A green alternative

Nick Myall
Tuesday 24 Jan 2017

Vincent Callebaut Architectures are creating a mixed-use eco-neighbourhood in Brussels that incorporates an Art Nouveau railway station

According to Vincent Callebaut Architectures the architects of this unique eco-project in Brussels…

“Most developing countries can write their future starting from a blank slate, however developed European cities face the challenge of transforming their built heritage to secure their energy, social and economic transition towards post-carbon, circular and interdependent urban living.

“It means being determined to act as forward thinkers, and to bring our new project “Tour & Taxis” into the 21st century in terms of uses, technological progress, social innovation, and sustainable building principles. Today's architecture is capable of implementing "energy solidarity" between a piece of architectural heritage -- industrial in this case -- and a contemporary project. The latter provides the necessary energy to the former by integrating renewable energies, thus limiting carbon emissions as recommended by the COP 21.”

Built between 1902 et 1907, Tour & Taxis used to be a large customs clearance and storage complex in the 20th century, located at the river, road and railway gates of Brussels, now Europe's capital city.

Covering 40 hectares (c. 100 acres) of former wetlands, this industrial park is a worldwide symbol of industrialization's golden age – its engineering, ironwork, stonework and natural light.

It lost its utility with the progressive lifting of Europe's custom borders, but the Tour & Taxis neighbourhood is currently undergoing a major renewal, and is once again on the verge of becoming an important vehicle for the economic and cultural development of Brussels, bringing in a sense of well-being and community.

The warehouses and sheds have been repurposed with corporate sustainability and the knowledge economy in mind, and a dedication to energy saving and the reuse of renewable energies.

The ultimate goal is to create a genuine mixed-use eco-neighbourhood where it is pleasant to be, work, live and play; an eco-neighbourhood along the Brussels canal, articulated around three axes: revitalization of the built heritage, sustainable communities, and water.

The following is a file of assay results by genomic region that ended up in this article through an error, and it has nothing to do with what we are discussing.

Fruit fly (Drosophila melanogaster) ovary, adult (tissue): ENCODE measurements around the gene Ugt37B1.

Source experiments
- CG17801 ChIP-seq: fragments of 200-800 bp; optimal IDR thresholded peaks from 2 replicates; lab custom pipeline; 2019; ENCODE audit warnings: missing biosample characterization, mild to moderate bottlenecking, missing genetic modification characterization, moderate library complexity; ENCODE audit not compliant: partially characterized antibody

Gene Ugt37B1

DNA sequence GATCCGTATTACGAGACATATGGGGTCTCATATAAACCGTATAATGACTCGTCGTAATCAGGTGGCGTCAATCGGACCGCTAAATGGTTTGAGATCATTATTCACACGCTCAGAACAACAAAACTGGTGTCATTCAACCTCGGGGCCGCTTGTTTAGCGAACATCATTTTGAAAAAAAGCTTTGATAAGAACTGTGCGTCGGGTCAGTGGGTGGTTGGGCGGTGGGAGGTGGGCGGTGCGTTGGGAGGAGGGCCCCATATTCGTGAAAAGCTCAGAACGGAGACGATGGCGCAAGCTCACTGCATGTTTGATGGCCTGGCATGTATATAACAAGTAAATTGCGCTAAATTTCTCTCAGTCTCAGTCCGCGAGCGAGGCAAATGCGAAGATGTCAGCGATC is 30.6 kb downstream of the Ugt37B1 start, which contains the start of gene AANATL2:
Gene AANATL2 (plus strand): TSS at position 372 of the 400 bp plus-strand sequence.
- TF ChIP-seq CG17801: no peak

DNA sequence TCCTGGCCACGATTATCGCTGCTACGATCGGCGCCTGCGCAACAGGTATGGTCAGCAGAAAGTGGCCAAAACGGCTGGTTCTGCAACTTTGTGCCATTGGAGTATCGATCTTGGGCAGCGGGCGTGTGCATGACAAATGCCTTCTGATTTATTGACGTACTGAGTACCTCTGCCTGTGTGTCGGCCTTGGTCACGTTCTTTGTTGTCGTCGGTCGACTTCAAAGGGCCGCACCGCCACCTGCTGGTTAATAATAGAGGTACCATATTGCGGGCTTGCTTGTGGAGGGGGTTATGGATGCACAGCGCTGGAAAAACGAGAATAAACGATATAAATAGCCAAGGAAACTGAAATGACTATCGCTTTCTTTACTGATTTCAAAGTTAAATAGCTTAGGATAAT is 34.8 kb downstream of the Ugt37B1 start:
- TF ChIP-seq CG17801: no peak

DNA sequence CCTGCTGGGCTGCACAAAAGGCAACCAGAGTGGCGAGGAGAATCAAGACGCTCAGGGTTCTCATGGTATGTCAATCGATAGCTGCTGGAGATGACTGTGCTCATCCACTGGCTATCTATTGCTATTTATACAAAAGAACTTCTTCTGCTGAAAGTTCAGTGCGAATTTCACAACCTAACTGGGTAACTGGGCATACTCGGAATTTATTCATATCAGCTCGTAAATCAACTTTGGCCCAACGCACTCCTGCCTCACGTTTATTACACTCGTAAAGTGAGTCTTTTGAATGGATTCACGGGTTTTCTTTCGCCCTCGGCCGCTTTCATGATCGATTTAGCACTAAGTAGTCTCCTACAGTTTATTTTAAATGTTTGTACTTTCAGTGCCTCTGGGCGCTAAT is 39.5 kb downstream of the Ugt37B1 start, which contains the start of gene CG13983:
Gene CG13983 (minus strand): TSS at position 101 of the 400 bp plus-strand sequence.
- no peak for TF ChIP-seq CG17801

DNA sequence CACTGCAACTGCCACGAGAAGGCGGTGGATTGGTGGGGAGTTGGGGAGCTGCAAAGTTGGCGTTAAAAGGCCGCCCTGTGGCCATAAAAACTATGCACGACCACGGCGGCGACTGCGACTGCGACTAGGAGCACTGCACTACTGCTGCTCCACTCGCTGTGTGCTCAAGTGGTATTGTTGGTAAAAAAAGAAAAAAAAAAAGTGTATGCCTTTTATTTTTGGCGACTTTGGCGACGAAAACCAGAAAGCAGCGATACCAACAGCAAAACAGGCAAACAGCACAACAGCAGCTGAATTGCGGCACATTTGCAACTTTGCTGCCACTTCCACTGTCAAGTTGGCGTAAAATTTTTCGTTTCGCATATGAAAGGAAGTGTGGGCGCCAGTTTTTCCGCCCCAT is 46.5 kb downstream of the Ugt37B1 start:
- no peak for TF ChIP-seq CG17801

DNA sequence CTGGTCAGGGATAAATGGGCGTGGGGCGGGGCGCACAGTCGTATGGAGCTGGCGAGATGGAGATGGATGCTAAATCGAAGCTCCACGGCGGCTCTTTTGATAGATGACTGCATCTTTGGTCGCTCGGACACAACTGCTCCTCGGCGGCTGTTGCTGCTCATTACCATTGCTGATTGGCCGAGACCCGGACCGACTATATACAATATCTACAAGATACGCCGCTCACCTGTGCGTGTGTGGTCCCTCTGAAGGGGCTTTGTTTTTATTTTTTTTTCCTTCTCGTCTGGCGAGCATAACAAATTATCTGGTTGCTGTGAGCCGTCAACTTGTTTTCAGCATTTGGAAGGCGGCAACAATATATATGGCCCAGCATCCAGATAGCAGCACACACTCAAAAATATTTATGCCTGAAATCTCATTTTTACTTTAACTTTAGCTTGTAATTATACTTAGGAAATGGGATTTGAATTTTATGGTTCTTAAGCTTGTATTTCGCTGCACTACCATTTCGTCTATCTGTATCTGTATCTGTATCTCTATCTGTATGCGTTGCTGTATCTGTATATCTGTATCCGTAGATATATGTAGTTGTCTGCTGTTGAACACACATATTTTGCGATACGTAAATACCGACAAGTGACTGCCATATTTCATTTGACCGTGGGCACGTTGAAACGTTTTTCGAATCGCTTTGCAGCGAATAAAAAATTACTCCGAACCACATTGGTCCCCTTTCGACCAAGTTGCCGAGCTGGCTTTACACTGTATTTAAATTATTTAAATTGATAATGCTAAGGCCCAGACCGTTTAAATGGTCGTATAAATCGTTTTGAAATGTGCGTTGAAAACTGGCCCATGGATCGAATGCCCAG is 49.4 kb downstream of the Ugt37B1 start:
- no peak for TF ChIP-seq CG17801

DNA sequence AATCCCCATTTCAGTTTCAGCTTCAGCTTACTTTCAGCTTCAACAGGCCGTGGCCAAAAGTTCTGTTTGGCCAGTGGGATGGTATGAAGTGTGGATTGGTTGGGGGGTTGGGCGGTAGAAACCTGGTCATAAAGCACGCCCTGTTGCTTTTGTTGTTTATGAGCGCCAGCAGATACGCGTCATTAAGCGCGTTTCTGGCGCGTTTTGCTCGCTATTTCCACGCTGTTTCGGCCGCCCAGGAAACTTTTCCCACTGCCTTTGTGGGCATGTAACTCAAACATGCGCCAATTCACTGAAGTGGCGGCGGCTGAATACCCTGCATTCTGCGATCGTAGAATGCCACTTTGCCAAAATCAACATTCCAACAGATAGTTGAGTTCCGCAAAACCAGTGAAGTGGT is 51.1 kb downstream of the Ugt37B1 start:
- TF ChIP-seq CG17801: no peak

This redevelopment is combined with the creation of a bridge for public, non-motorized and shared transportation that will link the Rue Picard on the south side of the site to the Gare du Nord train station.

The project focuses on the "metamorphosis" of the Gare Maritime (Marine Terminal) into 50,000 sq m(c. 538,000 sq ft) of mixed-use space composed of professional activities (offices, workshops, etc.), retail activites (markets, showrooms, shops, fablabs, etc.) and public amenities. Across from the pediment of the Gare Maritime, the project also includes the eco-design of three residential "vertical forests" totalling 85,000 sq m (c. 915,000 sq ft), as well as the creation of a large pond bordered by a natural and biological pool which links the Tour & Taxis park to the Brussels canal.

The Gare Maritime is uniquely large and majestic, and is divided into five parallel iron, cast iron and glass "vessels". These days, it sits empty and is one of the largest terminals in Europe, with a floor area of 40,000 sq m (c. 430,000 sq ft) .

In his time, Frédéric Bruneel, the railways' chief engineer, decorated it like an Art Nouveau masterpiece, with wrought iron and stylized vegetal forms that still adorn the pillars and arches today.

The architects propose to bring the new public park and the canal inside the Gare Maritime along the 280m (c. 920ft) length of its naves, creating a genuine BIOCAMPUS (eco-campus) where it feels good to work and relax.

The two median naves are thus "innervated" with vegetation and water. These interior gardens – tropical to the east and continental to the west – climb along the façades of the various functional spaces, forming cascades of exotic and endemic plants.

The various styles of contemporary architecture resolutely assert their time. Biomimetics inform their shape and structure, as well as the biosourced materials used according to flexible and modular construction principles. Contrasting with the wrought iron of the five naves facing it, the BIOCAMPUS is built in solid wood and cross-laminated timber (CLT) to reduce the intrinsic carbon footprint of the construction, while bringing warmth and comfort to the microclimatic interior landscape.

The spatial organization of the BIOCAMPUS promotes innovation, interdisciplinarity and  transversality – all aimed towards co-working and the circular economy of this early 21st century, based on the "Triple R" theory: Reduce, Reuse, Recycle.

The BIOCAMPUS establishes an individual architectural identity for each of the five naves – enhancing the industrial heritage while guaranteeing visual permeability between the large three main naves:

The recurring theme of the overall project is to offer living and working spaces of different scales that promote chance meetings and multidisciplinarity while boosting innovation. These spaces – each of different but always human, Roman piazza-inspired sizes – are linked together by ground-level bicycle paths, while over 6.6m (c. 22 ft) above, tree-perched footbridges offer unique perspective views of the wrought iron floral motifs designed by Frédéric Bruneel.

All the co-working, e-business and e-sharing spaces can be allocated to multiple long-term businesses, or be turned into a start-up cluster. The interior space planning is flexible and easily adjustable, thanks to raised floors pre-installed with plumbing, HVAC and NICT. They only use biosourced materials that are recycled and/or recyclable according to "cradle to cradle" standards.

Source: Vincent Callebaut Architectures, Paris

Nick Myall

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